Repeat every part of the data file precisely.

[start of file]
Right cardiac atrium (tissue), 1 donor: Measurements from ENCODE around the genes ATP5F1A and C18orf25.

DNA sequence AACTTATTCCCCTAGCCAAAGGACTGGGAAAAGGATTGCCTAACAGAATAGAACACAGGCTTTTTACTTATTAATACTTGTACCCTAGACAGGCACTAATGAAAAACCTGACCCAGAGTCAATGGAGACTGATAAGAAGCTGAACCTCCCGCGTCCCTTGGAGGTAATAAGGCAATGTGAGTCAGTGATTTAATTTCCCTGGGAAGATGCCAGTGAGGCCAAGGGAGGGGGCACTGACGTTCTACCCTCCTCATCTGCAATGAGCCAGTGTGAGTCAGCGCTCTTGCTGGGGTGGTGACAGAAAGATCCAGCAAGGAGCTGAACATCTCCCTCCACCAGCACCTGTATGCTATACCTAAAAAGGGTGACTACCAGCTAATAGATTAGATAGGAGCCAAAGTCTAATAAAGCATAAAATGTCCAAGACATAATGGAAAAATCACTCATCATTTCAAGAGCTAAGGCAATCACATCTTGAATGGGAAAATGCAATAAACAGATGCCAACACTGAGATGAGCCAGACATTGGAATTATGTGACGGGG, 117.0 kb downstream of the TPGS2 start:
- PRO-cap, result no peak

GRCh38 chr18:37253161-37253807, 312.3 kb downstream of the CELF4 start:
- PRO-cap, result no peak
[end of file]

Right cardiac atrium (tissue), 1 donor: Measurements from ENCODE around the genes ATP5F1A and C18orf25.

DNA sequence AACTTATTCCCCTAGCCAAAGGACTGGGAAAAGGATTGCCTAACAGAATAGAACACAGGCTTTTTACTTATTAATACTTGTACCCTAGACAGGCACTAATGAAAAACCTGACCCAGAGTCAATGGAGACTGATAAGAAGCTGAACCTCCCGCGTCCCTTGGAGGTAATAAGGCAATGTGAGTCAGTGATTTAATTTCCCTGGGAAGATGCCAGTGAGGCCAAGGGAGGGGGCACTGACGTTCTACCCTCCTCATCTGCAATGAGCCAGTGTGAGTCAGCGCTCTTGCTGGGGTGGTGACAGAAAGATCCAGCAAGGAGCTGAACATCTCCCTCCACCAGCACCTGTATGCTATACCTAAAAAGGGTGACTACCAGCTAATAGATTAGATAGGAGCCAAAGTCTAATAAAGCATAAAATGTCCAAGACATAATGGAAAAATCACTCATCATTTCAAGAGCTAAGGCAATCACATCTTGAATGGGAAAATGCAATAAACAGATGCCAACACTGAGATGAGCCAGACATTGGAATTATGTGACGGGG, 117.0 kb downstream of the TPGS2 start:
- PRO-cap, result no peak

GRCh38 chr18:37253161-37253807, 312.3 kb downstream of the CELF4 start:
- PRO-cap, result no peak